Brown Girl, Brownstones

Paule Marshall (Author) Edwidge Danticat (Foreword by)
Available

Description

A vivid and bittersweet classic coming-of-age tale, set in immigrant Brooklyn. "Remarkable for its courage, its color, and its natural control." --The New Yorker "An unforgettable novel written with pride and anger, with rebellion and tears." --New York Herald Tribune Set in Brooklyn during the Great Depression and World War II, Brown Girl, Brownstones chronicles the efforts of Barbadian immigrants to surmount poverty and racism and to make their new country home. Selina Boyce is torn between the opposing aspirations of her parents: her hardworking, ambitious mother longs to buy a brownstone row house while her easygoing father prefers to dream of effortless success and his native island's lushness. Featuring a new foreword by Edwidge Danticat, this coming-of-age tale grapples with identity, sexuality, and changing values in a new country, as a young woman must reconcile tradition with potential and change.

Product Details

Price
$16.95
Publisher
Feminist Press
Publish Date
August 01, 2006
Pages
319
Dimensions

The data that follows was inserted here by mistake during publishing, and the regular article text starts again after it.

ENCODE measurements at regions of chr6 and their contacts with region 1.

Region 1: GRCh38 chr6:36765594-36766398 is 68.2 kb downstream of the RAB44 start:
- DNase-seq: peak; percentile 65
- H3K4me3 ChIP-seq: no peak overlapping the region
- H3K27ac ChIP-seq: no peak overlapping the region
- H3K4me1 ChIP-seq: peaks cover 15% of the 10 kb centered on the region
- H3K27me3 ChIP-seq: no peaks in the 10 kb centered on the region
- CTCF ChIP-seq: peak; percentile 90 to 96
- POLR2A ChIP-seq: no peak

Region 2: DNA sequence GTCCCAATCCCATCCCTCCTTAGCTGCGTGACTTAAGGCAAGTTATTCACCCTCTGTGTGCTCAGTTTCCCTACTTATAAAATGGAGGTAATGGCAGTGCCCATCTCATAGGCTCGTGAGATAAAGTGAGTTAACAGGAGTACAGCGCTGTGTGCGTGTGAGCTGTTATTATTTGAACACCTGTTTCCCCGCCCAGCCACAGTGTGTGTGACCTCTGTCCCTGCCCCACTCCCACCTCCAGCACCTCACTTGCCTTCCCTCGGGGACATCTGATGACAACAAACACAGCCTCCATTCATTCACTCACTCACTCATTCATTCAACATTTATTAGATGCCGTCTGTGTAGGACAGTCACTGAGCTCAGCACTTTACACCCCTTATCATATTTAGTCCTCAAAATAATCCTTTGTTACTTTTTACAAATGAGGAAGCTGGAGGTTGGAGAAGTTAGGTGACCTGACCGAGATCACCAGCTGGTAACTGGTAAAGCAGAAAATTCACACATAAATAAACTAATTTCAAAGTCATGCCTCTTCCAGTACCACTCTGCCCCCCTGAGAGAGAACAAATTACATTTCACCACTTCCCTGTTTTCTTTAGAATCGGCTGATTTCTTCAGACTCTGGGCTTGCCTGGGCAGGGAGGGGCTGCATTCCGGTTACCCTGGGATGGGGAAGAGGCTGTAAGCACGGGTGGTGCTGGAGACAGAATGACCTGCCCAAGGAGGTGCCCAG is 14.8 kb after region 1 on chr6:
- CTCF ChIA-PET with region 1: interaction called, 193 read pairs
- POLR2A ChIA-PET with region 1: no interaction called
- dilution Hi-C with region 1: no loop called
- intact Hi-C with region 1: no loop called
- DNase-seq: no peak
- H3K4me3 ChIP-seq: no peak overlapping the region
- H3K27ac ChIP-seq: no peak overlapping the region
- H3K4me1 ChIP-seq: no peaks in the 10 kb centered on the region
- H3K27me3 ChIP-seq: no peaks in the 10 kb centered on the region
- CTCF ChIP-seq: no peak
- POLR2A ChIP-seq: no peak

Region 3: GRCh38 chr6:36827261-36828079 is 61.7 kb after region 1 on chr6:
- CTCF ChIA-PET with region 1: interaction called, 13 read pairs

5.39 X 0.99 X 8.06 inches | 0.87 pounds
Language
English
Type
Paperback
EAN/UPC
9781558614987
BISAC Categories:

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About the Author

Paule Marshall is the author of the novels Brown Girl, Brownstones; The Chosen Place; The Timeless People; Praisesong for the Widow; and Daughters. She has also written several collections of short stories, including Reena and Other Stories, and a memoir entitled Triangular Road. She is Hellen Gould Sheppard Professor of Literature and Culture at New York University.

Reviews

"Remarkable for its colorful characters, the cadence of its dialogue and its evocation of a still-lingering past." --The New York Times Book Review

"Marshall brings to her characters . . . an instinctive understanding, a generosity and free humor that combine to form a style remarkable for its courage, its color, and its natural control." --The New Yorker

"An unforgettable novel written with pride and anger, with rebellion and tears." --The New York Herald Tribune